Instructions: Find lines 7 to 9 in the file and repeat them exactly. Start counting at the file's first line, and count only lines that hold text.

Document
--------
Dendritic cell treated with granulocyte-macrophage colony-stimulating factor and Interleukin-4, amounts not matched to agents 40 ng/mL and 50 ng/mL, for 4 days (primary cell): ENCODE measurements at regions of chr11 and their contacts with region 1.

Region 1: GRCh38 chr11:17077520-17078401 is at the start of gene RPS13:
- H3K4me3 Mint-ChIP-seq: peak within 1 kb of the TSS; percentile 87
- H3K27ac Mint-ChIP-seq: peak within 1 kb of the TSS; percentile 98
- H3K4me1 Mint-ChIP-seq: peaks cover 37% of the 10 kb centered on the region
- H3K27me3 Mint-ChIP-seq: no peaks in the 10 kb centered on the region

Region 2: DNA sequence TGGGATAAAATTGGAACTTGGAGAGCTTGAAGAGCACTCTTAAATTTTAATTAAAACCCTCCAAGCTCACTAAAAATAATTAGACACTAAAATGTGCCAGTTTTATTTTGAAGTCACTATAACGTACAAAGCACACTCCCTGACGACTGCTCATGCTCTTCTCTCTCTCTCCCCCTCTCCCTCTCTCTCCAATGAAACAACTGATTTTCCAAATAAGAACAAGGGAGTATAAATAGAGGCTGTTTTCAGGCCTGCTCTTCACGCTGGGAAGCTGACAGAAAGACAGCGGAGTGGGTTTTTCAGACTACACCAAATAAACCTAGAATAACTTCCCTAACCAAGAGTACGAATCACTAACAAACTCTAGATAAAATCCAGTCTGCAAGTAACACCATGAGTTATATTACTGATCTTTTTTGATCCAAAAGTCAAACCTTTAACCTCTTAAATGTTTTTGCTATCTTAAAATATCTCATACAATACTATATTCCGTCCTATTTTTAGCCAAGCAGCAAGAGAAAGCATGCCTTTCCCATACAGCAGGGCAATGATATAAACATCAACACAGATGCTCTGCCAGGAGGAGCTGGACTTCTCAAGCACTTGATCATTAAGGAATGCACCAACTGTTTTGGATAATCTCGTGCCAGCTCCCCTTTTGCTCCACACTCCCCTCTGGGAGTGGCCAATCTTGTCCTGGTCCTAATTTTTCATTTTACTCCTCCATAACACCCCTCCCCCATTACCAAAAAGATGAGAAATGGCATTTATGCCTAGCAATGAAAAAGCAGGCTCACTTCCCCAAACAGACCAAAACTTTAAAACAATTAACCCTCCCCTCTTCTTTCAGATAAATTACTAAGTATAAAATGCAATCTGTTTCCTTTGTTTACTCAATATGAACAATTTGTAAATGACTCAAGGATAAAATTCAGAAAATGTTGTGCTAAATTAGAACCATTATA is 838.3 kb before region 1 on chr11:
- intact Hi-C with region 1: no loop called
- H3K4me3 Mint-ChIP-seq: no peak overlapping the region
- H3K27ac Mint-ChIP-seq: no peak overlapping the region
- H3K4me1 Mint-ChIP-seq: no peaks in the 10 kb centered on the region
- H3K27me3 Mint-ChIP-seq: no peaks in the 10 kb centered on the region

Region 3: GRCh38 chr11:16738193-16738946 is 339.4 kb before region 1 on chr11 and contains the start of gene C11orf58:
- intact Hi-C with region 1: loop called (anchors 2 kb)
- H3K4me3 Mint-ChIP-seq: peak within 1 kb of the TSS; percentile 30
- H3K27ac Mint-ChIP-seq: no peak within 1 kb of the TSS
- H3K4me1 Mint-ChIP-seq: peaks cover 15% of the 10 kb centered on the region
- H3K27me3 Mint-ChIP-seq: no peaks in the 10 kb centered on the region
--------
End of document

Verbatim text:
Region 2: DNA sequence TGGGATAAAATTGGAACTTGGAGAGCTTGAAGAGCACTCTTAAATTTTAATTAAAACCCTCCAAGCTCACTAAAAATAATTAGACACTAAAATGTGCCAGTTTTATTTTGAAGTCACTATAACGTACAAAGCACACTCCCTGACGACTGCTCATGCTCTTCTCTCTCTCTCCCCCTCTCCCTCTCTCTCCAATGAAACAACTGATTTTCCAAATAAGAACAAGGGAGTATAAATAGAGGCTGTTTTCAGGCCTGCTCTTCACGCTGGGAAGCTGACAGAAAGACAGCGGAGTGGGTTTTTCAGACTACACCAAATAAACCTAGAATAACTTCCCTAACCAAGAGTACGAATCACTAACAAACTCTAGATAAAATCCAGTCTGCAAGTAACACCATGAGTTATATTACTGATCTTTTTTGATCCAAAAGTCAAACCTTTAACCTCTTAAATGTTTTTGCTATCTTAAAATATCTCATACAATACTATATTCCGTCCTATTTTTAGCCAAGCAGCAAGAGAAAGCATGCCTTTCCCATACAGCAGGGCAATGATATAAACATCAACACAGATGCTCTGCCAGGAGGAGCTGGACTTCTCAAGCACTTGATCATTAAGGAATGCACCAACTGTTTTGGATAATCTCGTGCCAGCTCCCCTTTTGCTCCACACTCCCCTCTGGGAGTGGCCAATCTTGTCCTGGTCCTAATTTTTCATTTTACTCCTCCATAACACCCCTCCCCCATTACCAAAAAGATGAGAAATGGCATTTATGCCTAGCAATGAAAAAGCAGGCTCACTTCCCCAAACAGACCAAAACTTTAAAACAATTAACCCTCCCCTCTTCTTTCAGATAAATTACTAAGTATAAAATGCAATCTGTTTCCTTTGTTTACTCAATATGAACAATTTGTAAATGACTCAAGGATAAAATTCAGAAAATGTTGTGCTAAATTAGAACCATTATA is 838.3 kb before region 1 on chr11:
- intact Hi-C with region 1: no loop called
- H3K4me3 Mint-ChIP-seq: no peak overlapping the region